As Right As Rain, a new book has revealed the origins and the true meaning hidden behind some of the popular expressions or "idioms" used in the English language.
According to the book, 'To go berserk' originated from the Berserkers, or wild Norse warriors of great strength and courage, who fought with a frenzied fury known as "the Berserker rage", the Mirror reported.
AdvertisementNext, 'Brownie Points' is a phrase that seems to have originated in the US where a brownie not only stands for a type of chocolate cake, but also stands for a benevolent elf or pixie.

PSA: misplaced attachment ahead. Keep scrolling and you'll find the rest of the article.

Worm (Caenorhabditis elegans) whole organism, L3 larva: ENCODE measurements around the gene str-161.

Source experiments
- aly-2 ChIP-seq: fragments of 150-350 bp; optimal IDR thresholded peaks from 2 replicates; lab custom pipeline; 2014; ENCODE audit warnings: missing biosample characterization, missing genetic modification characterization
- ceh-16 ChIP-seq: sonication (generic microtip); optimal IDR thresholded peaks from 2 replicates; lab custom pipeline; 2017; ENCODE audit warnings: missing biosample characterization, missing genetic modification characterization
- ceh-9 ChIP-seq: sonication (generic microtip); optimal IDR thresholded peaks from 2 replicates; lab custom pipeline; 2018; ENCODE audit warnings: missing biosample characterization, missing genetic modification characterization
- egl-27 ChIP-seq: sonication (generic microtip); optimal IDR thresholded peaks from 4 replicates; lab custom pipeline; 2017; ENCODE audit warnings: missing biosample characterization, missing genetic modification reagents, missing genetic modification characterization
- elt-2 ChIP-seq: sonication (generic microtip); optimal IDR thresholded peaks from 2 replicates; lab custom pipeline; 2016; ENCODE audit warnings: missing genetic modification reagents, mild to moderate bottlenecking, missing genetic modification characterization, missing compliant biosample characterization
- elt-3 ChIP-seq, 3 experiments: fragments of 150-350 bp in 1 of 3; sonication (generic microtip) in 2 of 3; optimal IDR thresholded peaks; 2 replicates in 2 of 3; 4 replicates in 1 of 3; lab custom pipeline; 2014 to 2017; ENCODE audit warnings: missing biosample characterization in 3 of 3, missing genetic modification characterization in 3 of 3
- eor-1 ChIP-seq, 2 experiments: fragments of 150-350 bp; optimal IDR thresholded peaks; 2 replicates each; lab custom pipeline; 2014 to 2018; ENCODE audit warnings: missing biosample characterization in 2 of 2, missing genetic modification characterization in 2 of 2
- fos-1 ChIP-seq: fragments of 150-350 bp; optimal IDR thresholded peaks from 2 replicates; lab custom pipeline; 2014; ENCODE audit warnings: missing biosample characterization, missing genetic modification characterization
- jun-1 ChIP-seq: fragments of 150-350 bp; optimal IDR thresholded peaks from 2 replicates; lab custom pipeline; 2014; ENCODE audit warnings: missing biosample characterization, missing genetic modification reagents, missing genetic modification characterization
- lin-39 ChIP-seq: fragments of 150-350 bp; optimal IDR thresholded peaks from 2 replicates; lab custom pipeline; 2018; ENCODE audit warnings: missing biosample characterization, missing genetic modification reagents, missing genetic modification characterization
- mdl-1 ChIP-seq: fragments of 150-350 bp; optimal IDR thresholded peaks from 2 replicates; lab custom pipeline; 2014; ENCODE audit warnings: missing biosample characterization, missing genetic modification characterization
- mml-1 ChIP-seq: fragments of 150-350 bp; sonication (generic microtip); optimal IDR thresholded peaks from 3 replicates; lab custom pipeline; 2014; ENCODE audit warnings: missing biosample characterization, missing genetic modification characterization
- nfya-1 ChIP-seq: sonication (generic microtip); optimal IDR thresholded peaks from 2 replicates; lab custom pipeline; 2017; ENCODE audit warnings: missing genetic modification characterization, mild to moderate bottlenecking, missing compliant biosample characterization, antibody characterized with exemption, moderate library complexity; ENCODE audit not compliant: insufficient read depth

'A bed of roses' was first used by in Christopher Marlowe's 'The Passionate Shepherd to His Love', where the lover promises to "make a beds of roses/and a thousand fragrant posies."
The book claims that the shepherd meant rose petals - and bed of roses would mean a comfortable, easy-to-deal-with situation.
Also, the expression 'The Nitty Gritty' arose in the US in the mid-20th century and it has been suggested that nitty refers to nits and gritty means the grit left at the bottom of a barrel.